Simple yet effective.

  6. #6

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    Does anyone know if any hook companies make articulate blanks. I always hate having to clip a perfectly good hook. I have gotten away from some of the low end hooks just because they are that, low end. They break easily, and always at inopportune times.

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    Thanks for the tips guys, now its time to sit down at the vise and get to work

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    Talking

    Quote Originally Posted by cmo1977 View Post
    Does anyone know if any hook companies make articulate blanks. I always hate having to clip a perfectly good hook. I have gotten away from some of the low end hooks just because they are that, low end. They break easily, and always at inopportune times.
    Never heard of it, but I'd buy some! Patent the idea then email mustad!
    I choose to fly fish, not because its easy, but because its hard.

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    Sorry they beat you to it. I can't remember what they are called exactly but I have seen shanks for sale in fly shops that had varying lengths with an eye on both ends. Really nice looking and appeared to be well made. I think that they may have been made by Partridge or a similar company. Also if I remember correctly, they were fairly expensive.

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    They are called waddington shanks and they are made by Partridge. Cheaper to take a Mustad than using wads. Mark H. out of SE Alaska uses a stainless cotter pin 3/64 x 1/2 instead of a wad or another hook.

  11. #11

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    I like the cotter pin idea.

  12. #12

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    problem with the cotter pin idea is when they hit the tail and miss the hook.....kinda defeats the purpose if you gettem to bite and you cant hookem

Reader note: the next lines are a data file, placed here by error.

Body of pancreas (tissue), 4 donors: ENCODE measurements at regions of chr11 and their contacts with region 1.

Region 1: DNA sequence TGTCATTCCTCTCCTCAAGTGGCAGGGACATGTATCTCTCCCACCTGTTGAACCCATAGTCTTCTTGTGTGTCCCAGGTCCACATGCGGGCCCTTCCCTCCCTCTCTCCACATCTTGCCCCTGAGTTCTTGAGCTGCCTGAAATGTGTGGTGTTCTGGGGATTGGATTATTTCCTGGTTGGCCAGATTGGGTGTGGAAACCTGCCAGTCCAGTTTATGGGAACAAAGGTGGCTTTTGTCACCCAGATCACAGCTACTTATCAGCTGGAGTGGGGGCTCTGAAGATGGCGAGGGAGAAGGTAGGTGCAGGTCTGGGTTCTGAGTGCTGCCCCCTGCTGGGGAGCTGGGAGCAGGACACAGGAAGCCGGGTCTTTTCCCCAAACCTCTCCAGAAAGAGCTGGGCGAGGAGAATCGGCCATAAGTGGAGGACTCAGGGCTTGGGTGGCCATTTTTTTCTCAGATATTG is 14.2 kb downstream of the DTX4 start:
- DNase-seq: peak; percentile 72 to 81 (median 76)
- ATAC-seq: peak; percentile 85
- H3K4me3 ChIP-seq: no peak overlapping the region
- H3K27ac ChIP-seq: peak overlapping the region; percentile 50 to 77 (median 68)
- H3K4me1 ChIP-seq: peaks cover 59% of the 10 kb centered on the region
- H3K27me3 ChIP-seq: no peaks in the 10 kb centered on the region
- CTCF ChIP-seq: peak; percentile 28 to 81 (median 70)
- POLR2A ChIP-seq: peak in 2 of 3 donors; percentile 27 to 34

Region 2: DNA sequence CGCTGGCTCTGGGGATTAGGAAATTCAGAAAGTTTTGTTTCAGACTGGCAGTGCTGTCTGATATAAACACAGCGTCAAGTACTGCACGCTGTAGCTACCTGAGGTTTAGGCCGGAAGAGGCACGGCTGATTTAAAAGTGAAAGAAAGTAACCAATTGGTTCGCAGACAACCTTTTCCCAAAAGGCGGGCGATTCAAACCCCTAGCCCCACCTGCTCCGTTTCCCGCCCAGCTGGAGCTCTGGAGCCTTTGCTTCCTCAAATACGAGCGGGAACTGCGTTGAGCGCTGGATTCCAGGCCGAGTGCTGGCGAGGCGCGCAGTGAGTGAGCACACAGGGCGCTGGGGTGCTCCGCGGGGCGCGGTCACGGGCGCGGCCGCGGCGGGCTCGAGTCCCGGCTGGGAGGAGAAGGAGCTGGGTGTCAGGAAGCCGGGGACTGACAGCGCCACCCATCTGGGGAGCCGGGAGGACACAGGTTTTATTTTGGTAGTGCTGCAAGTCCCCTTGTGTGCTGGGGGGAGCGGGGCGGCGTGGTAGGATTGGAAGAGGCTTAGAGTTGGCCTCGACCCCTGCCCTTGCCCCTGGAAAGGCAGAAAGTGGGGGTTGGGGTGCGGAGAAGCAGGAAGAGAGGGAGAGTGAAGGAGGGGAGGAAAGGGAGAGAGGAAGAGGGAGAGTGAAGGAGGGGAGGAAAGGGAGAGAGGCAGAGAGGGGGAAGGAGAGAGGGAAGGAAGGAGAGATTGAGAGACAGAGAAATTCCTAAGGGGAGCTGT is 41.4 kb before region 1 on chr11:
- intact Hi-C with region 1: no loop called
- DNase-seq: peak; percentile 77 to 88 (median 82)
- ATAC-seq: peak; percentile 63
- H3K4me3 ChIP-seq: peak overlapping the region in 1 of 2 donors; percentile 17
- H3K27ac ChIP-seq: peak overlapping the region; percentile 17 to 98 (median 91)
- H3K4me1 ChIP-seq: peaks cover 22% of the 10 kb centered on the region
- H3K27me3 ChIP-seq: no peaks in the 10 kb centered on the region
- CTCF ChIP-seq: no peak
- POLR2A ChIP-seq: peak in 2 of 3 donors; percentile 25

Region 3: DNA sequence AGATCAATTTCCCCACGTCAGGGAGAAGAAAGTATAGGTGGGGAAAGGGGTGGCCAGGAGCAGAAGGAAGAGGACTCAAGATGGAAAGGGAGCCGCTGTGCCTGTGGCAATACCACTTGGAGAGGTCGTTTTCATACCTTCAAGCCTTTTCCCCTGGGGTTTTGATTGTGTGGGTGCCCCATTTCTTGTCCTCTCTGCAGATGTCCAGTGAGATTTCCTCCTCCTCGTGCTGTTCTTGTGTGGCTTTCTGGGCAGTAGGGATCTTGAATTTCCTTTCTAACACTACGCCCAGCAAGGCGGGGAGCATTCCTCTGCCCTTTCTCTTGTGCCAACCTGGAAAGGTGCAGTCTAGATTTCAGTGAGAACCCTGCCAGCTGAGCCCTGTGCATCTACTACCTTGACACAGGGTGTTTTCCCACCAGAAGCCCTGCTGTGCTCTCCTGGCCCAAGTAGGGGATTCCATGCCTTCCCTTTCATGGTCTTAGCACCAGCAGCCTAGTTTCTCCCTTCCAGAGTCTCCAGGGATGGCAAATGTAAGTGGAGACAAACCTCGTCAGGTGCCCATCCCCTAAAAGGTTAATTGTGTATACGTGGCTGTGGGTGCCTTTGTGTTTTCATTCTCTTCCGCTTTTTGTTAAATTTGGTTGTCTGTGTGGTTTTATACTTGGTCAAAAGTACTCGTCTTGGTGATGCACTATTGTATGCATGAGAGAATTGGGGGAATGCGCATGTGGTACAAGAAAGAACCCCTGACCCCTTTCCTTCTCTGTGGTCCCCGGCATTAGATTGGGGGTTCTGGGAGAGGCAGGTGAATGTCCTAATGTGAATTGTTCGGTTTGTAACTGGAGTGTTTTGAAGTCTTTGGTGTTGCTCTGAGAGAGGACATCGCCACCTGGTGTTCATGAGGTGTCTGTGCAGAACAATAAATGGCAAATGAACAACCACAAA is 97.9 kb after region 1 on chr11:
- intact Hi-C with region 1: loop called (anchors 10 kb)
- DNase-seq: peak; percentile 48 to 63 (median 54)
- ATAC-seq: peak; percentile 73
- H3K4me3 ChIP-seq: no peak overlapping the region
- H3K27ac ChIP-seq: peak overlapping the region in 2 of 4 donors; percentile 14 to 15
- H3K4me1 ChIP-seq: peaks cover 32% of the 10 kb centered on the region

the strip leeches work very well, still allow you to hook off a trailer, and don't waste hooks. Really if you do it right you wont have to waste any hooks unless it's one fly waters.

    That or just save some nasty salmon fly hooks, cut the bends off of those and run your trailer. Charter boat capt's tend to have plenty. Easier to retie on premade leaders you've tied up all winter instead of sharpening hooks on most days. Though I do like to sharpen throughout the day when needed, I hate using old hooks tomorrow..... Those old hooks would be your gold mine

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    instead of fishing line, i use 20# fly line backing to connect hooks; articulation is of course pretty good

  14. #14

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    instead of using dacron, if you have some heavy spectra, like halibut line, works even better on toothy's like pike. They'll still eat it, but at a much slower rate then other goodies. Just something to try if you have it handy, if not anything works atleast for a little while

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    How bout that "tyger" leader stuff, seems like it't work good on pike flies, of course pike don't really short strike much...
    I choose to fly fish, not because its easy, but because its hard.